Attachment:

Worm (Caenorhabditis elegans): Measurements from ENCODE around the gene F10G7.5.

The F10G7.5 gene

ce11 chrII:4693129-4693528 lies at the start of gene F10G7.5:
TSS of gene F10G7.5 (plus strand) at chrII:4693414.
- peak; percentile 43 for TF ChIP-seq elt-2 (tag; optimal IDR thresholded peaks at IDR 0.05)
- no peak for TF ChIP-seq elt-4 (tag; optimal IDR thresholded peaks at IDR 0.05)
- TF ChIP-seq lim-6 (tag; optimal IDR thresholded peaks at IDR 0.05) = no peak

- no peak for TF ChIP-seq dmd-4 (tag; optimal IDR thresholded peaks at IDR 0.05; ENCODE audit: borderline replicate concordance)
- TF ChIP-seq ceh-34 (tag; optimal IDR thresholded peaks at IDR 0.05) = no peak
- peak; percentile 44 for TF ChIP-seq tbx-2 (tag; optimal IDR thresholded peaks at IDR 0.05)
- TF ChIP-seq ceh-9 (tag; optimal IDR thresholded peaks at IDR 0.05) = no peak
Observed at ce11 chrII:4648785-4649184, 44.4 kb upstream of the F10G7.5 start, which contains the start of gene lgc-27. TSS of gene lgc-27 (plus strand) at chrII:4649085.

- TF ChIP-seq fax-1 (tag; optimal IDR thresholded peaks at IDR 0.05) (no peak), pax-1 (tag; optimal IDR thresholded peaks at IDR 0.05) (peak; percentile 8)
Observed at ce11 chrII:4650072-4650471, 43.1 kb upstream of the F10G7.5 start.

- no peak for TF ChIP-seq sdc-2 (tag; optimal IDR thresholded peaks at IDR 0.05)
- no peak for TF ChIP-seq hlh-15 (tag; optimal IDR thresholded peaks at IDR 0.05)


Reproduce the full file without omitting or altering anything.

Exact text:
Worm (Caenorhabditis elegans): Measurements from ENCODE around the gene F10G7.5.

The F10G7.5 gene

ce11 chrII:4693129-4693528 lies at the start of gene F10G7.5:
TSS of gene F10G7.5 (plus strand) at chrII:4693414.
- peak; percentile 43 for TF ChIP-seq elt-2 (tag; optimal IDR thresholded peaks at IDR 0.05)
- no peak for TF ChIP-seq elt-4 (tag; optimal IDR thresholded peaks at IDR 0.05)
- TF ChIP-seq lim-6 (tag; optimal IDR thresholded peaks at IDR 0.05) = no peak

- no peak for TF ChIP-seq dmd-4 (tag; optimal IDR thresholded peaks at IDR 0.05; ENCODE audit: borderline replicate concordance)
- TF ChIP-seq ceh-34 (tag; optimal IDR thresholded peaks at IDR 0.05) = no peak
- peak; percentile 44 for TF ChIP-seq tbx-2 (tag; optimal IDR thresholded peaks at IDR 0.05)
- TF ChIP-seq ceh-9 (tag; optimal IDR thresholded peaks at IDR 0.05) = no peak
Observed at ce11 chrII:4648785-4649184, 44.4 kb upstream of the F10G7.5 start, which contains the start of gene lgc-27. TSS of gene lgc-27 (plus strand) at chrII:4649085.

- TF ChIP-seq fax-1 (tag; optimal IDR thresholded peaks at IDR 0.05) (no peak), pax-1 (tag; optimal IDR thresholded peaks at IDR 0.05) (peak; percentile 8)
Observed at ce11 chrII:4650072-4650471, 43.1 kb upstream of the F10G7.5 start.

- no peak for TF ChIP-seq sdc-2 (tag; optimal IDR thresholded peaks at IDR 0.05)
- no peak for TF ChIP-seq hlh-15 (tag; optimal IDR thresholded peaks at IDR 0.05)